Solved: Changed ISP and now some network computers not working

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bobothesmart

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Jan 20, 2011
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Good Morning,

I am a teacher at a K-8 School and I have also been roped into being the go-to Tech Guy as well. Our building used to have a very old server that basically just served as a place for teachers to store files and not much else. We have just changed ISPs and decided that we no longer needed the server at all. I disconnected the server from the network and replaced the old ISP's modem with the new ISP's modem. At first, everything seemed OK. My computer and several other teachers' connected to the Internet with no problem. However, some of the computers in the building could not connect. We get error messages with "limited or no connectivity."
Part of me thought that perhaps the connections themselves are bad. However, when I take my laptop to classrooms with trouble connecting - mine connects easily using their cables. If I move their computers to my room, their laptops still won't connect.
I have put my computer side-by-side with another one to make sure the settings were the same (auto-detect IP, DNS, etc.) and can't find differences. This problems is affecting our Windows 7, Vista, and XP computers the same.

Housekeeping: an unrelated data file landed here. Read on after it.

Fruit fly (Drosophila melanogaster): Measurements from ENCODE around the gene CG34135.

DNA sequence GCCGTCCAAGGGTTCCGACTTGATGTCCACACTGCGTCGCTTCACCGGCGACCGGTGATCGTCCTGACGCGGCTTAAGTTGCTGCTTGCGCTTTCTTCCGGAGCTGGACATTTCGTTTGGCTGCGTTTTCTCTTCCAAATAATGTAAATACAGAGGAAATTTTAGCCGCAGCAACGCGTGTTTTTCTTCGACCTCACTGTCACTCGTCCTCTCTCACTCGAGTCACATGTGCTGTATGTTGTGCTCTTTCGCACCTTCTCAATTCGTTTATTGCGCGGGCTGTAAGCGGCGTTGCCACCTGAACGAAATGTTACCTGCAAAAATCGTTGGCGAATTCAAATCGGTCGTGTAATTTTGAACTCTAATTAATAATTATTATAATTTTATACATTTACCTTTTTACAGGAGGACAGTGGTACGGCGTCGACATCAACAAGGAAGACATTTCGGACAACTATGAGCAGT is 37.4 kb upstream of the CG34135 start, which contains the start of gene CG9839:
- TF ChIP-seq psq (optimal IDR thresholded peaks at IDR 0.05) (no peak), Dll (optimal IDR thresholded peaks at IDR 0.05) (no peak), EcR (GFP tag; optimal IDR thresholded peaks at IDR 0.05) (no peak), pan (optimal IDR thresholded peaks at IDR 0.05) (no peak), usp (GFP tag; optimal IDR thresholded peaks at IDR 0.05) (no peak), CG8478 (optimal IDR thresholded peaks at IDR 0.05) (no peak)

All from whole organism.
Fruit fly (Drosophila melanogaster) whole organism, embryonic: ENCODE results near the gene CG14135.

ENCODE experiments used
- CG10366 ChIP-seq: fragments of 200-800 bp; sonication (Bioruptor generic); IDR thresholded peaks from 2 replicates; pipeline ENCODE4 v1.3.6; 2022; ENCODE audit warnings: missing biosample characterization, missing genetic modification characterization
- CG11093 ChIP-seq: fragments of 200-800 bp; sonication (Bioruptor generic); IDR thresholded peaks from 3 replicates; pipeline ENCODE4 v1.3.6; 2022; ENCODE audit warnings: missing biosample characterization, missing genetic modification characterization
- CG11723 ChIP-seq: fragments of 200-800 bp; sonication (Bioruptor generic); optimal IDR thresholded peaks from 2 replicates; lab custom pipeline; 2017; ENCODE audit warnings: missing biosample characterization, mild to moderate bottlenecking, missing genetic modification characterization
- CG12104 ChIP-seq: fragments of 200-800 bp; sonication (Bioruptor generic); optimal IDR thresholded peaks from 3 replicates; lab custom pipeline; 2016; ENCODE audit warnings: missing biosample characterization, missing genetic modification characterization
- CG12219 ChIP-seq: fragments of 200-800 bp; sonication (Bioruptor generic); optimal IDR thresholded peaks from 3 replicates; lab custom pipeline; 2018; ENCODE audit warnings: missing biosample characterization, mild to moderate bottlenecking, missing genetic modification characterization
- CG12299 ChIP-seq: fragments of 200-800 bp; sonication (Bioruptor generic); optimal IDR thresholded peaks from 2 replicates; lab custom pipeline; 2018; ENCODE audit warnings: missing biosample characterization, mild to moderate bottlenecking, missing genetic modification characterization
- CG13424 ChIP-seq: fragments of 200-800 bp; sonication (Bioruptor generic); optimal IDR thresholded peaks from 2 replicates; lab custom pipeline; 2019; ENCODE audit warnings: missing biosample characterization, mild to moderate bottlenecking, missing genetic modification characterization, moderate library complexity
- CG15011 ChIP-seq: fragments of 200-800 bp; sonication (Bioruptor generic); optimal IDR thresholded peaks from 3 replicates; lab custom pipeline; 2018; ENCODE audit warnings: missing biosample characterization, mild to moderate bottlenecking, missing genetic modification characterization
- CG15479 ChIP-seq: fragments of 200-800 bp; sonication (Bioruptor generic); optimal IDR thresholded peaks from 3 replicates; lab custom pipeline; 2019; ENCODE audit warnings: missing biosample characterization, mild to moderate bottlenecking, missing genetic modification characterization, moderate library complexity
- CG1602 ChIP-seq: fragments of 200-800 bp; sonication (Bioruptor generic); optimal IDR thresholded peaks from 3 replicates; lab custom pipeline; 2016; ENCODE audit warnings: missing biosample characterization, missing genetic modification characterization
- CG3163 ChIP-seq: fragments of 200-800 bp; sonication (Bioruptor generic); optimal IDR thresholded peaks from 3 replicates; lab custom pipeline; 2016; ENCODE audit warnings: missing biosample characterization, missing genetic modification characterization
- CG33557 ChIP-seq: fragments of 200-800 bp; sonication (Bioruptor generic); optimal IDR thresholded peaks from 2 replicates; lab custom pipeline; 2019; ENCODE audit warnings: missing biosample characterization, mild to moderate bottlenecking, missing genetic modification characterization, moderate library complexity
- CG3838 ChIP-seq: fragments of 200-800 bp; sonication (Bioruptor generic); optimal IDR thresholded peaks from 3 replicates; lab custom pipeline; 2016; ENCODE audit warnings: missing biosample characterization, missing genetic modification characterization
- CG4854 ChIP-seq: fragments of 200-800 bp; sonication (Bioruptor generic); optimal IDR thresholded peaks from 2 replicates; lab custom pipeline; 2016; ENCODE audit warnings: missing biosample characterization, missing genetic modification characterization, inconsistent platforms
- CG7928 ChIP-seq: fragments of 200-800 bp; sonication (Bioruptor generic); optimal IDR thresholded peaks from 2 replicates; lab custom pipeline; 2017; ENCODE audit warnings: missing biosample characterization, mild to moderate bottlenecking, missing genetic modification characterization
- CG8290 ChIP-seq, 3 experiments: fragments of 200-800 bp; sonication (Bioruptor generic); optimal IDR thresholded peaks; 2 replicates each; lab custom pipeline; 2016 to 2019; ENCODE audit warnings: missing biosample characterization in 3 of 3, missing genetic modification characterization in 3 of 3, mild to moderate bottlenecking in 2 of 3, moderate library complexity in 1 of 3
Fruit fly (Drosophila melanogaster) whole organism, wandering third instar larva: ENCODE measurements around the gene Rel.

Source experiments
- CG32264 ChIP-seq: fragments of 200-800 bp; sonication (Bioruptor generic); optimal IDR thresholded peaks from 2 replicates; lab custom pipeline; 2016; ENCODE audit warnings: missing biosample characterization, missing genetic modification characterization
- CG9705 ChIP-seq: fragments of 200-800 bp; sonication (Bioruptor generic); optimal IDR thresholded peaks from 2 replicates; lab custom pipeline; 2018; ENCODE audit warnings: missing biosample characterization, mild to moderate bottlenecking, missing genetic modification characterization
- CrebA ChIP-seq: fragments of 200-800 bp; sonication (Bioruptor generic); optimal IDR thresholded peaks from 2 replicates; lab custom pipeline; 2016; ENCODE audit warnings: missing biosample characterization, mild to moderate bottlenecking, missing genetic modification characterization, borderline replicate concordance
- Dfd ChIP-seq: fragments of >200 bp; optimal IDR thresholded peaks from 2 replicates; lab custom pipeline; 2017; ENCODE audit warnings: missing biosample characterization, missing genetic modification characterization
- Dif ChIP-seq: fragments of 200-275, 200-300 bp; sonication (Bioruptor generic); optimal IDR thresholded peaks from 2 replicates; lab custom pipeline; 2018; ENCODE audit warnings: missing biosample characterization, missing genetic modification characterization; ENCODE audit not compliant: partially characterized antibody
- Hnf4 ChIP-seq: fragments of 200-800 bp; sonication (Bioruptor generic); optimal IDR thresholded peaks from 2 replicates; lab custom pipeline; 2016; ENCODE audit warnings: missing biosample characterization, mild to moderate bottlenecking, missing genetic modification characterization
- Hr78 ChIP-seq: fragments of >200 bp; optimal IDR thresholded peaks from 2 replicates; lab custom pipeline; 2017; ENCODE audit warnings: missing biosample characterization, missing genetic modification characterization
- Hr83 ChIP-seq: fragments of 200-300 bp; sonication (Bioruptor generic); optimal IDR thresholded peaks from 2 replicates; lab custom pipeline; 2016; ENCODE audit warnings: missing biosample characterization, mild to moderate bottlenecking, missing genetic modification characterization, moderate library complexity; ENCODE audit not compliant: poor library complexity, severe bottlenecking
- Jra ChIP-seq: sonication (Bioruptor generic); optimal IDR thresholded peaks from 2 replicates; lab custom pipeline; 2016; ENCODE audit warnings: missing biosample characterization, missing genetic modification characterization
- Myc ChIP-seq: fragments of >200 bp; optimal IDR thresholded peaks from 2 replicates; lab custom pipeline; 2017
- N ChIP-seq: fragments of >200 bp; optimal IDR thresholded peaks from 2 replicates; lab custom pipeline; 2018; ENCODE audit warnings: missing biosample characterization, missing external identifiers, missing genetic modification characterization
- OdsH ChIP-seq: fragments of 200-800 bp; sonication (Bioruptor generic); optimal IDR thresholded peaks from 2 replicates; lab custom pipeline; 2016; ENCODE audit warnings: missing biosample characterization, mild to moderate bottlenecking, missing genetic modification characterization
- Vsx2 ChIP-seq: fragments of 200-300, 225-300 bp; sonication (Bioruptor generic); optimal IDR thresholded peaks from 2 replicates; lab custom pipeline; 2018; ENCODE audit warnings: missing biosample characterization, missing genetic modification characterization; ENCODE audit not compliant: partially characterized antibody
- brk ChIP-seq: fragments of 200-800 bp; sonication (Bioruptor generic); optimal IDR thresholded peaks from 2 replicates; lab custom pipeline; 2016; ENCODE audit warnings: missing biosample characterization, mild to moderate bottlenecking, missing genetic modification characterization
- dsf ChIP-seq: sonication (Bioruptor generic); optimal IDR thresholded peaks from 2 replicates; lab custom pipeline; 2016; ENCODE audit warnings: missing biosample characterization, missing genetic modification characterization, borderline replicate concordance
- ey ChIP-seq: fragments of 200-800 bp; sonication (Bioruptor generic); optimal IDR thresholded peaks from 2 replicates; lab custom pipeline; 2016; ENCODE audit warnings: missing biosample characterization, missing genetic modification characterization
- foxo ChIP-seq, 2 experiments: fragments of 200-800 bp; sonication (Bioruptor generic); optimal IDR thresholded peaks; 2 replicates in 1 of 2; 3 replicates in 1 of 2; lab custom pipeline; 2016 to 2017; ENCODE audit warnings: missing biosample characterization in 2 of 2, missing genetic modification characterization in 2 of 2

I would appreciate any thoughts about what to try next.

Thanks in advance!
 
Joined
Jan 7, 2011
Messages
8
For everyone having an issue getting onto the internet, refresh their dchp lease.

winxp
start -> run -> cmd -> ipconfig /release then ipconfig /renew

win7
start -> cmd -> ipconfig /release then ipconfig /renew

If its as plain jane as you say it is, they are holding dchp leases from either that server you unplugged, or the last isp's router/modem. And schools, like any other corporate environment have users that keep their machines on 24/7, which in this scenario, keeps their lease active. This old lease has an entry for the old isp modem (gateway) and not the new one.

hope this helps.
 

bobothesmart

Thread Starter
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Jan 20, 2011
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I just tried that on a Win7 machine that wasn't working. When I did the ipconfig /release, I got this message:
An error occured while releasing interface Local Area Connection: An address has not yet been associated with the network endpoint.

When I tried ipconfig /renew:
An error occured while renewing interface Local Area Connection: The DHCP client has obtained an IP address that is already in use on the network. The local interface will be disabled until the DHCP client can obtain a new address.

Any thoughts?
 
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It is exactally what it says it is.

That machine has obtained an IP from the dhcp server that is already being used on the network.
This could be due to some other machine on your network having a static IP assigned thats in the
address range that the DCHP is assigning from. Heres an example.

Computer1 (I need a IP please!!)
DCHP -> Computer1, my pool is 10.10.10.1 to 10.10.10.254, you may have 10.10.10.3
Computer1 configs itself with 10.10.10.3

Unfortunately, Computer2 has already been assigned to use 10.10.10.3 by some user.

This seems like a network admin issue. You really shouldnt have static ip's addressed in the same
pool that the dhcp is leasing from unless you register that static ip with the dhcp so that it doesnt